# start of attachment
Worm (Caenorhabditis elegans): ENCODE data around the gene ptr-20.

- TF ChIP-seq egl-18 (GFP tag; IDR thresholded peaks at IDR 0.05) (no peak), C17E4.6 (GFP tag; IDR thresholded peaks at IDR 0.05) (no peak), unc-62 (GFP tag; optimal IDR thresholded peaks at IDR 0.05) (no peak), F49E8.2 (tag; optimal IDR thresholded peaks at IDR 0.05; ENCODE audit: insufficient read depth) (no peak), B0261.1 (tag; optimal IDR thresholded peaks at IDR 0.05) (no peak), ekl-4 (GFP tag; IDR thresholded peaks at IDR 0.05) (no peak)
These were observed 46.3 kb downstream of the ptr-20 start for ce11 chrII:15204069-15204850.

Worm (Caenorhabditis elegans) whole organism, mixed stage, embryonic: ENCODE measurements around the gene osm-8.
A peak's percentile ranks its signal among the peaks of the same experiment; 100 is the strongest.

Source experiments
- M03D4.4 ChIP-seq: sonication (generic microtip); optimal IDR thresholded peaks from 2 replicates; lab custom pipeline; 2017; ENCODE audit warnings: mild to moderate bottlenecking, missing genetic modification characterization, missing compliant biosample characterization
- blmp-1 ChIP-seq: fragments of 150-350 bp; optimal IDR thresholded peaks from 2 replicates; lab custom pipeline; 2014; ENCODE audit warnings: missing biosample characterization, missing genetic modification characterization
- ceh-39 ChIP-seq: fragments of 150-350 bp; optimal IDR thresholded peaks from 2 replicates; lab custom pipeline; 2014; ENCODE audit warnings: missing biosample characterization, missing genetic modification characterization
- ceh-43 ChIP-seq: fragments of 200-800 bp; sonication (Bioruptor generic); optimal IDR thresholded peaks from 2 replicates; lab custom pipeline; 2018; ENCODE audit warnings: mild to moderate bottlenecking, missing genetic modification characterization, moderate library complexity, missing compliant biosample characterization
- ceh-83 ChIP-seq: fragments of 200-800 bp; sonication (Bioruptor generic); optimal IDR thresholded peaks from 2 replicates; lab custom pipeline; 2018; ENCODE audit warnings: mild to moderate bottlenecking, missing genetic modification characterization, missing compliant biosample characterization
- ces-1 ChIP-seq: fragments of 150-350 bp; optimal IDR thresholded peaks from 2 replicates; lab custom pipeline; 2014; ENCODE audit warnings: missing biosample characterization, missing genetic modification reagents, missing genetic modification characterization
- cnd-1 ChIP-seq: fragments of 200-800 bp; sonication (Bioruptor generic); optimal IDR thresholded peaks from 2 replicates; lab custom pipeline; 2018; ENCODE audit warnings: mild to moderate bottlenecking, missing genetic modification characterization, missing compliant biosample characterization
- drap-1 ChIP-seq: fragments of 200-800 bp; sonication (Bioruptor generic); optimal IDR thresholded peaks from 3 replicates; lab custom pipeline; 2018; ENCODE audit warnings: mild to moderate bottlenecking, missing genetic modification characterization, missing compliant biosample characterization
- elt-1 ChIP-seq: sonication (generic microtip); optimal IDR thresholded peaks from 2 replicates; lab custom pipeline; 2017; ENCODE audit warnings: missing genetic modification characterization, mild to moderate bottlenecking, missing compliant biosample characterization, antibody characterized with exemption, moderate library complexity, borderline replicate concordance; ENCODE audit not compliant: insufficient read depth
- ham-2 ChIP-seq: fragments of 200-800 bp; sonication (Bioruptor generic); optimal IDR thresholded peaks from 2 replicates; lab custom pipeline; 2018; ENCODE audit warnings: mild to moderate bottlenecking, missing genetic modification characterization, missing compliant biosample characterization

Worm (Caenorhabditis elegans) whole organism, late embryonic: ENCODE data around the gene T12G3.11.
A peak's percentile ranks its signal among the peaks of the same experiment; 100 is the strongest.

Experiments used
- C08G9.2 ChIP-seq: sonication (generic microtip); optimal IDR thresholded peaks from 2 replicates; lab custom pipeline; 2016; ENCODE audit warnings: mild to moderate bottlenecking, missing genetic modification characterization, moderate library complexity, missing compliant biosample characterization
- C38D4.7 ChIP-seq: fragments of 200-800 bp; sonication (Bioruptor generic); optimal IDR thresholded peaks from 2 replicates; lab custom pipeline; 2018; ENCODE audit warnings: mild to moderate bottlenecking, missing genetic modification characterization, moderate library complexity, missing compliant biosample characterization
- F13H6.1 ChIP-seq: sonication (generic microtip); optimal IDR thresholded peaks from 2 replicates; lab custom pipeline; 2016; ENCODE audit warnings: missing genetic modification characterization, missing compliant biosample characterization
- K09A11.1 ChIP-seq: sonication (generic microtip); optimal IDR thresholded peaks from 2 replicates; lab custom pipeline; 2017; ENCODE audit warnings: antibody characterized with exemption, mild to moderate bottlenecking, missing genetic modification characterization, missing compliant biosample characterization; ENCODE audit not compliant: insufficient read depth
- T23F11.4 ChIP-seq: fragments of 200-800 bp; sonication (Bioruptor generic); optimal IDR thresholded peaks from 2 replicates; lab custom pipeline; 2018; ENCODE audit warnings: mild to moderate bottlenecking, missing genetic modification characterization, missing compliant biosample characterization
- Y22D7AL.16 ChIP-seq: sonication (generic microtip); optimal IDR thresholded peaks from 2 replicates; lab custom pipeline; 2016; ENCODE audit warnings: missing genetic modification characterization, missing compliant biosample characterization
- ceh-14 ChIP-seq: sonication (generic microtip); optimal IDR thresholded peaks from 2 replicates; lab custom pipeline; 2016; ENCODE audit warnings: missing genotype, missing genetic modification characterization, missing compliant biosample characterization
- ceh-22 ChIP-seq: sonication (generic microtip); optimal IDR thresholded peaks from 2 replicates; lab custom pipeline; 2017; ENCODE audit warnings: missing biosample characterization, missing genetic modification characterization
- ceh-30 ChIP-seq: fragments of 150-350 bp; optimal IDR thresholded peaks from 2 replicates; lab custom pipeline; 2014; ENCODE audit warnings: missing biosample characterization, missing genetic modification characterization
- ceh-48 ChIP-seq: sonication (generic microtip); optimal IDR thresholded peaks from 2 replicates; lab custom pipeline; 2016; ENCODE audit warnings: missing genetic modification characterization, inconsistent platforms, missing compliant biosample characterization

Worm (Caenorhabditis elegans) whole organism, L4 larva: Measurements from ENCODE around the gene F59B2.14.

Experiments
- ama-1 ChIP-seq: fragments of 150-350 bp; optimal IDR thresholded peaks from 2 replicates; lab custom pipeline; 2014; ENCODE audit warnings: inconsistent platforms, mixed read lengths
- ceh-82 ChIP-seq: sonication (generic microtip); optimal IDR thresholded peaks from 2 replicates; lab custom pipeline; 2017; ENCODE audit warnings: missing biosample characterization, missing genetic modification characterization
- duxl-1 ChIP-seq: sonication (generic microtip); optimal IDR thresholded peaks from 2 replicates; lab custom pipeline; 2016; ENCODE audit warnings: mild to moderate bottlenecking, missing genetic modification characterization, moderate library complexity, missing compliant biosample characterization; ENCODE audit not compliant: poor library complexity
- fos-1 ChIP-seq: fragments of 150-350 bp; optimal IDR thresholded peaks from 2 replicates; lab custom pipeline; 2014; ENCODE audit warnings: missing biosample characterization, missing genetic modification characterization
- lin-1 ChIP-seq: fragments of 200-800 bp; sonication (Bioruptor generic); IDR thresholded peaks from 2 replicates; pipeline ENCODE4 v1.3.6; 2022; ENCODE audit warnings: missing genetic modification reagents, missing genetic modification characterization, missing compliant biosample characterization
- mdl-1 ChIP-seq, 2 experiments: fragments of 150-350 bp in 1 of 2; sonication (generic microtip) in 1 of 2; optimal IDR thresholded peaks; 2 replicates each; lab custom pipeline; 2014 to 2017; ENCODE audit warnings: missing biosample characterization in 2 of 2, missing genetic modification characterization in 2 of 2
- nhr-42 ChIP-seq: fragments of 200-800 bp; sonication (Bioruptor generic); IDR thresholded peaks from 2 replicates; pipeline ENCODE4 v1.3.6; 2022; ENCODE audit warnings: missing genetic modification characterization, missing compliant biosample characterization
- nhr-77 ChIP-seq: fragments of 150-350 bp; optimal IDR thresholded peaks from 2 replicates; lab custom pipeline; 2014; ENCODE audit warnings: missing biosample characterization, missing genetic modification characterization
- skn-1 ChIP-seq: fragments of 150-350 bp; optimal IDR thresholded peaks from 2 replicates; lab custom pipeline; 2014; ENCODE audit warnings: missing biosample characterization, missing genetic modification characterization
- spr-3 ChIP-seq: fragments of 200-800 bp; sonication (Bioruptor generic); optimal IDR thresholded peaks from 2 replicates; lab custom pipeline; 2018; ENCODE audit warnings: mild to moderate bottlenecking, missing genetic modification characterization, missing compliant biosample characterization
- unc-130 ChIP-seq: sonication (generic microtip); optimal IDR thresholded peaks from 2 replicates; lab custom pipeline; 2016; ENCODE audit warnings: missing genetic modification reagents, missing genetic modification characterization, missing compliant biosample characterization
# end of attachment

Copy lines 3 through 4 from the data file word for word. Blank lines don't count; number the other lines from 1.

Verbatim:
These were observed 46.3 kb downstream of the ptr-20 start for ce11 chrII:15204069-15204850.

Worm (Caenorhabditis elegans) whole organism, mixed stage, embryonic: ENCODE measurements around the gene osm-8.